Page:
Hot Hatch

Hot Hatches: Vauxhal Astra VXR

The Astra VXR may not be quite as fast as the Volkswagen Golf R, but it's certainly cheaper - something that's very important for buyers in this segment.

Hot hatches might be made in a number of different countries, but it is in the UK where they are the most popular. Brits love hatchbacks in general, and although Ford has pretty consistently had the top-selling model in the UK (either an Escort, a Focus or a Fiesta, but always a hatchback) for quite some time now, the Astra has almost always been Britain's second best-selling car. The hot version is the VXR, and we very much want one. But things aren't always that simple, and the Astra has a long and complicated history.

The very first Astra was made by Vauxhall in 1979 (as a 1980 model) as a rebadged and right-hand-drive version of the Opel Kadett. The nameplate made its way to Australia in 1984 for a Holden-badged version and then was applied to an Opel starting in 1991. A Chevrolet-badged Astra was exported to Brazil starting in 1994, and when the next generation debuted, GM started manufacturing the Brazilian version locally. Lastly, the car was imported to the US in 2007 as a Saturn, and for a brief period, there were five versions of the same car being sold at the same time. That lasted until 2009 when the US and Australian cars were killed off.

Hot versions of all but the US version were sold, although Australia only got one for a very brief period. The hot versions were all basically the same, but the real story of the Astra as a hot hatch is that of the UK's Vauxhall Astra. The first hot Astra was released in 1983, toward the end of the first generation of the car. This was the GTE, and as you might have guessed, it was built as a rival to the VW Golf GTI. It had a 1.8-liter four-cylinder engine with an overhead camshaft and fuel injection, both major improvements over the other engines offered with the Astra.

The Mark 2 Astra debuted in 1984, and GTE was built around an all-new and advanced for the day 2.0-liter DOHC fuel-injected engine. It made 148 horsepower, a number which was very competitive with hot hatches of the time. The debut of the Mark 3 in 1991 saw safety being emphasized above all else for the Astra, and it sadly goes almost without saying that this meant the GTE was dropped. The top trim was the GSi, and although this did have a suspension tuned by Lotus, it was also both heavier and less powerful than its predecessor. Fortunately, it would swing drastically back toward performance in 1998 with the debut of the Mark 4.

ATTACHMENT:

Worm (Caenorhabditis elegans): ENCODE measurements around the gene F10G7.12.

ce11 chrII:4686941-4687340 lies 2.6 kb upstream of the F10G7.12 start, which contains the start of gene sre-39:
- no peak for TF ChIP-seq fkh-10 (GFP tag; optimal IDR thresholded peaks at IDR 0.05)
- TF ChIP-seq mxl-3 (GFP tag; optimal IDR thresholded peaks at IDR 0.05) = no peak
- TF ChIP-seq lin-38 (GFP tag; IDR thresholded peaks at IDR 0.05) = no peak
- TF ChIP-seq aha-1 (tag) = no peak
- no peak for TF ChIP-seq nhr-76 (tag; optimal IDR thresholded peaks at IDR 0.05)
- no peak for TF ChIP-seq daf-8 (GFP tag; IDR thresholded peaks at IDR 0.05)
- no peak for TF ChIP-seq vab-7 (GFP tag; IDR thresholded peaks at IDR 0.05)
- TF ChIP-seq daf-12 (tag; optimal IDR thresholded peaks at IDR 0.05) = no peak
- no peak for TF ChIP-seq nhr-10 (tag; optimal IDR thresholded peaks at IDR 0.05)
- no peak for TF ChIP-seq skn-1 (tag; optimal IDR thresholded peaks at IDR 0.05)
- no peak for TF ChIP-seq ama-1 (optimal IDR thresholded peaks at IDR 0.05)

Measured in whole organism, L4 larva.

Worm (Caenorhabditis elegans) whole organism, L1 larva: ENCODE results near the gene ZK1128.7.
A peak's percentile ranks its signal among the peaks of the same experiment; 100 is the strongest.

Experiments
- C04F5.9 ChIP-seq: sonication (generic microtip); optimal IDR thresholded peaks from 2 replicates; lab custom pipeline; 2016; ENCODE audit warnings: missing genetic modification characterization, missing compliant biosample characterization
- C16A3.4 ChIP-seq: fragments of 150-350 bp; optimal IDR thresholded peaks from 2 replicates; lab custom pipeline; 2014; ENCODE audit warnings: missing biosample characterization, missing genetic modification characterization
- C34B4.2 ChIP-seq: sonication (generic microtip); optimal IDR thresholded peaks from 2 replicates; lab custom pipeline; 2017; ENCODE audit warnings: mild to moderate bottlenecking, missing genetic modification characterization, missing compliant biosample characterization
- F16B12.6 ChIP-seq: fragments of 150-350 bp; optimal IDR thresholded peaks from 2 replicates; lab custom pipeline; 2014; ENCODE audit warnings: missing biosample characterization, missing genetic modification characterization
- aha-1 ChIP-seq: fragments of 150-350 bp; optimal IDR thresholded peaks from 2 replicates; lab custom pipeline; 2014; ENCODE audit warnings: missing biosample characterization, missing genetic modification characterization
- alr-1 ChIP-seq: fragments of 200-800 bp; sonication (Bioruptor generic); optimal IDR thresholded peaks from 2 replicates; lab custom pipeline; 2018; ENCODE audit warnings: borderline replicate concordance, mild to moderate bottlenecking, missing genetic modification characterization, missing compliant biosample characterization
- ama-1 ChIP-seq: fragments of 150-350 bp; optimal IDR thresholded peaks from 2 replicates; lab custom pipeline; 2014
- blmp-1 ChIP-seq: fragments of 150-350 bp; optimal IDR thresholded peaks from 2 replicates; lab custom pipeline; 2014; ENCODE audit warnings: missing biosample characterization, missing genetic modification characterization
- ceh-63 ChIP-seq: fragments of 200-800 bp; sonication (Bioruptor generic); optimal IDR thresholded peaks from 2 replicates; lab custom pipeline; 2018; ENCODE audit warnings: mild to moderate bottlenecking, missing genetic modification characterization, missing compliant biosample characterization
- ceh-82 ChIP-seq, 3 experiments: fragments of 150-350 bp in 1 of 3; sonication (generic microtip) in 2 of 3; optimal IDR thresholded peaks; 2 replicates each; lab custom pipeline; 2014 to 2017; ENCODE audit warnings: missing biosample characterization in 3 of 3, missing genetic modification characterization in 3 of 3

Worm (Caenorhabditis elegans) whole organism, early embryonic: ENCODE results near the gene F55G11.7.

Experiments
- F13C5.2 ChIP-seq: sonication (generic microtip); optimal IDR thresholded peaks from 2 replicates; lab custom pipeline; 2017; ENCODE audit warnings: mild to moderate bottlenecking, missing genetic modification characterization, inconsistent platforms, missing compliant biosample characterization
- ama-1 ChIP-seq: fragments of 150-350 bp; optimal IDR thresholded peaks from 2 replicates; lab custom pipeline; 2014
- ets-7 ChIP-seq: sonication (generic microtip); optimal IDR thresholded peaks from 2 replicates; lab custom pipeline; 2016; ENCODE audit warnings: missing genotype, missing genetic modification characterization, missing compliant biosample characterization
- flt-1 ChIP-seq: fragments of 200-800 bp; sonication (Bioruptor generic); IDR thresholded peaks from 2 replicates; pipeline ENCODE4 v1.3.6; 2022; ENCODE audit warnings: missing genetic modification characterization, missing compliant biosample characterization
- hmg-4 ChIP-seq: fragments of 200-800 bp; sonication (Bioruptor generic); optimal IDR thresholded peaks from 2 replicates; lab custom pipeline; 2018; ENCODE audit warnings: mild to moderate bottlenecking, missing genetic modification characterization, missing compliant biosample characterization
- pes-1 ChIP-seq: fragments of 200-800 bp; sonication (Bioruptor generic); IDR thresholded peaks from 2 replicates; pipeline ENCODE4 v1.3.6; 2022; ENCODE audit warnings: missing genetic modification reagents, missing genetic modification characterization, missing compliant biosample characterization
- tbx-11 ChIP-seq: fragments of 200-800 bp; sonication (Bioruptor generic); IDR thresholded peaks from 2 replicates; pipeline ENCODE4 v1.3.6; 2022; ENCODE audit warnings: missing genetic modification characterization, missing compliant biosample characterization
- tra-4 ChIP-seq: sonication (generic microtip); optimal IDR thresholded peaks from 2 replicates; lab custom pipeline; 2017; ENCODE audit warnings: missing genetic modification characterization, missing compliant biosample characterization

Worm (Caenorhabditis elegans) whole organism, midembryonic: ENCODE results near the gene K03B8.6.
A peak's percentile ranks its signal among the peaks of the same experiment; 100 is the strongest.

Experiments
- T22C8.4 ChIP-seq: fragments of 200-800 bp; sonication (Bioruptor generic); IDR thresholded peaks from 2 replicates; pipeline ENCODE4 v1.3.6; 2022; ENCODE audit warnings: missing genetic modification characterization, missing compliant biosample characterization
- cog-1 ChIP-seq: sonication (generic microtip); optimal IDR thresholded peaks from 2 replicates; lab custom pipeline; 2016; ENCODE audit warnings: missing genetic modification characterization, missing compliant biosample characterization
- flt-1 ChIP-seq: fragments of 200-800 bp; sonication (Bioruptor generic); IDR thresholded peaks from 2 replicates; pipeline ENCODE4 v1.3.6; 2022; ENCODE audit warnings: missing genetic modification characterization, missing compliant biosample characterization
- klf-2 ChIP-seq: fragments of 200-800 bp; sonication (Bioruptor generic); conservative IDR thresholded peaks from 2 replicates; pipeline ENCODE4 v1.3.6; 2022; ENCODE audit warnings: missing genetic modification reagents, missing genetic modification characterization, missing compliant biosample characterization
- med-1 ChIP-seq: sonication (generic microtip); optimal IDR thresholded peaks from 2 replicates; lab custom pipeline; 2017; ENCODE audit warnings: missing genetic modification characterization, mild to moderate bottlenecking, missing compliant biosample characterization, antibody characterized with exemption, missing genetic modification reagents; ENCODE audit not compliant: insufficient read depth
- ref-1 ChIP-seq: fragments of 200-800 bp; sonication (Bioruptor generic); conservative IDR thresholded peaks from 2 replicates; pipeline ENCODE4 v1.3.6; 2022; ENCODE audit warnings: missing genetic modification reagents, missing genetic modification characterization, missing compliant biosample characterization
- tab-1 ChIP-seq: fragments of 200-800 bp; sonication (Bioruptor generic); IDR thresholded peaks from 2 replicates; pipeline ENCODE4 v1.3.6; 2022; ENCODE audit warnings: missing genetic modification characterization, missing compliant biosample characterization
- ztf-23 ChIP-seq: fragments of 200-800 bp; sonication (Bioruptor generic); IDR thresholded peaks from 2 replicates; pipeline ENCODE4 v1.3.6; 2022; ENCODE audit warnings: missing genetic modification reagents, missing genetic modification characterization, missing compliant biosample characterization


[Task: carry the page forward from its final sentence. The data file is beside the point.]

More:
This would usher in the SRI Turbo, which produced 189 horsepower, and from this point until the present, all hot Astra models would use turbocharged engines. The top trim was renamed VXR in 2004 for the Mark 5 and would get even more power. At present, we have the Mark 6 Astra, and a VXR that produces 276 horsepower. An Opel version exists as well, known as the Astra OPC. When we hold it up to the yardstick that is the GTI, we see that it actually produces power to more closely rival the Golf R. And that's important when discussing the price. The VXR costs about £1,000 more than a GTI, but a good £5,000 less than a Golf R.

Its 6-second 0-60 time is half a second quicker than the GTI's and a couple tenths slower than a Golf R. The Golf R is, it has to be said, the more sophisticated vehicle, but that isn't everything. This is a segment where a car's bang-for-buck ratio is absolutely critical, probably the most important factor considered when buying a hot hatch, and the VXR just simply does this better than the Volkswagen products. Now, we'll soon have a new GTI, and a new R shortly after that, so this may no longer hold true in a year's time, but for now, these are the facts. That we never got a hot Astra in the US stings even worse than our lack of a Focus RS.

This is, after all, a GM product, and one which we actually did get in base form. Ford has given us some hot hatch models, even if they weren't its hottest, and GM gave the Australians a hot Astra (the HSV VXR), but we get nothing. Brazil would probably appreciate a hot hatch as well, and we beseech GM to consider hot hatches for the Americas.

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